Hazel McHaffie

Questions & Challenges for Double Trouble

Literary questions for reading groups

For discussion
  • Q. Motherhood features strongly in this novel. How good a mother do you think each of the women was?
  • Q. Nicholas, Donella, Declan and Roberta took a number of different steps to prevent the disclosure of information which they preferred to keep private. They did not anticipate the effect of Graeme Robertson’s mental instability. What other chinks do you perceive in this family’s armour?
  • Q. How would you describe the relationship between Nicholas and Donella? Do statements they make themselves on the subject square with your view?
  • Q. Professor Richard Halley is a powerful man. How much does he influence what happens to his family? Do you approve of his behaviour? Do you like him?
  • Q. Which characters emerge as having most integrity? How do the others fall short of their standard?
  • Q. If you were writing the sequel to this story what would happen in it?
  • Q. Did you anticipate the ending of this story? Can you find cues retrospectively? How did you respond to it? Why?

Moral and ethical questions

Double Trouble revolves around the central theme of what should be permissible in relation to assisted reproduction involving surrogacy.

Respect for autonomy and paternalism
  • Q. Professor Dick Halley is personally strongly opposed to surrogacy. Is it acceptable that he, as a clinician specialising in helping infertile couples, should refuse to be involved with patients who wish to go down this route?
  • Q. Donella Halley argues that a surrogate mother had just as much right to terminate a pregnancy as she would have if it were “normally” conceived. Do you think she is right? If not, why not?
Disclosure of information, rights and responsibilities
  • Q. When the information about Judy and Declan Robertson impinges on the happiness of her own son, Roberta Mansfield/Halley feels differently about it compared with her reaction when the Robertsons were merely patients. To what extent should doctors allow emotion to affect their judgement in decision making?
Confidentiality and the right to know
  • Q. Even in the face of Donella’s direct appeal for information that concerns her and her unborn child, Roberta withholds it. Is this an appropriate interpretation of her duty to maintain medical confidentiality?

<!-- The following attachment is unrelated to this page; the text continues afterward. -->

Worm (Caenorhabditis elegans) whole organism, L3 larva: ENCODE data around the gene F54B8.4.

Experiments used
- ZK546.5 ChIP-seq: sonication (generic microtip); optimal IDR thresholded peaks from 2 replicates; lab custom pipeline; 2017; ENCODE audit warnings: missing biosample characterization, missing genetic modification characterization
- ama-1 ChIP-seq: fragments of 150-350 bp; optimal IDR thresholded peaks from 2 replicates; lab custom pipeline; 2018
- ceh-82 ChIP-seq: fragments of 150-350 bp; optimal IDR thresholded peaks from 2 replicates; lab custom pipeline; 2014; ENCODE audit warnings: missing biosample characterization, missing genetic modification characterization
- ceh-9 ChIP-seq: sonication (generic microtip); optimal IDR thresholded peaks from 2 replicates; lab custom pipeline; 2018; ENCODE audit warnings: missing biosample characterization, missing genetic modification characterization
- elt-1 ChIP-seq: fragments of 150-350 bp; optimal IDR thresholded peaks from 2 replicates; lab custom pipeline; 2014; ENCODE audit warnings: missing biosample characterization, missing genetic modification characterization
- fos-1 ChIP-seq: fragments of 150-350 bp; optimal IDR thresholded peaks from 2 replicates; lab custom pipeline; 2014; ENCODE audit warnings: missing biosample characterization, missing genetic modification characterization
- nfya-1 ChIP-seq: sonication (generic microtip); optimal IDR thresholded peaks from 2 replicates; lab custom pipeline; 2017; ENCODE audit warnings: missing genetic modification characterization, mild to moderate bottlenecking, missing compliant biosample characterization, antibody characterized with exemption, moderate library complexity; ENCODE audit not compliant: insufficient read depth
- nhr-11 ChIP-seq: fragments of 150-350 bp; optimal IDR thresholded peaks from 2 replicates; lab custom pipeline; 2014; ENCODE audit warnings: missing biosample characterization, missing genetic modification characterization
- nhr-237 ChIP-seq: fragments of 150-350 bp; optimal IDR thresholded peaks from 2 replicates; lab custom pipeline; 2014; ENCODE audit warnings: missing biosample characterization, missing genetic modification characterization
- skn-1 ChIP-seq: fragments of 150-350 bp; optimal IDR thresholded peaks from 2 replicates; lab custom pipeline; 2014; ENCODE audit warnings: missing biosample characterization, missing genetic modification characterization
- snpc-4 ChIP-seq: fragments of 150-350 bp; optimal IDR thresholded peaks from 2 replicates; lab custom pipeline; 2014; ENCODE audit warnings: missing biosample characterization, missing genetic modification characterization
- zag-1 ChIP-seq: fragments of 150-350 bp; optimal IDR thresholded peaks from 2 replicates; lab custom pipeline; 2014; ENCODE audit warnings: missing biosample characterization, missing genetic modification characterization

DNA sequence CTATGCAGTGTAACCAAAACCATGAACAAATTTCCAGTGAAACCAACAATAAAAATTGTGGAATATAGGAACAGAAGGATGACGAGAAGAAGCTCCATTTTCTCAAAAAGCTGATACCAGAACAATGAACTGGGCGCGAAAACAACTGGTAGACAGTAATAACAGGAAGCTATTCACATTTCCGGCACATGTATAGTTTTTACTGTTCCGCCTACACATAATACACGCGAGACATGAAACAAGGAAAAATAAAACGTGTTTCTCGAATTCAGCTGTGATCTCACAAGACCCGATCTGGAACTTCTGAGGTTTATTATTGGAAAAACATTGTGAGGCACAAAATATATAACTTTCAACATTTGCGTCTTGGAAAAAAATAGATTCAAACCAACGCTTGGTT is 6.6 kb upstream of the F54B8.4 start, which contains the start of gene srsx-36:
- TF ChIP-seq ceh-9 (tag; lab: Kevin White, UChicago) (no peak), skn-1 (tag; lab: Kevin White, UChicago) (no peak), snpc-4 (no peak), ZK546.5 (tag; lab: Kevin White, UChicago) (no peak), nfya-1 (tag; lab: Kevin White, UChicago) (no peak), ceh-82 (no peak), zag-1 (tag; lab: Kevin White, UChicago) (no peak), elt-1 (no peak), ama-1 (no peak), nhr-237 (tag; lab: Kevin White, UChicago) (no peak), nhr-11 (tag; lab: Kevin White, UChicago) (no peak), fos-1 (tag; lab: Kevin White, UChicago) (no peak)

Conflicts between beneficence and autonomy
  • Q. Roberta tries to protect her son from the consequences of genetic inbreeding. Were her actions morally defensible?
Ethical issues relating to artificial or assisted reproduction
  • Q. Nicholas is very keen to have a child of his own. When he weighs up the pros and cons of infertile couples acquiring a child through assisted means, he comes to the conclusion that there are more arguments in favour than against. How many of his arguments would you be persuaded by?
  • Q. Imagine you are
    1. a social worker considering Nicholas and Heidi for adoption of a child,
    2. a fertility specialist considering them for assisted conception.

    Would you approve them as prospective parents? To what extent would the criteria you use differ in the two scenarios?

Ethical issues relating to surrogacy
  • Q. When Nicholas questions his father on the idea that surrogacy is a form of adultery, Dick reassures him that it is not. Is there technically a moral difference between a couple inserting warm semen into the woman in a private bedroom compared with doctors doing the same thing in a medical clinic, as Dick suggests? Does the experience of Nicholas and Donella alter your theoretical view?
  • Q.What are the advantages and disadvantages of
    1. the surrogate mother staying in touch with the commissioning couple?
    2. the surrogate mother being a relative?
    3. involving a surrogacy agency?
  • Q. Maintaining secrecy is much more difficult with surrogacy than donor insemination. What steps might Donella and Nicholas have taken to protect themselves from outside criticism?
  • Q. The two couples begin with strict rules of behaviour to ensure no breaches of propriety and taste. By the fourth attempt several of these minimum requirements are no longer in place. Which basic safeguards do you think are essential in such a transaction?
Justice
  • Q. Nicholas believes the law is right to give custody of the child to the biological mother in the event of a dispute. Do you agree?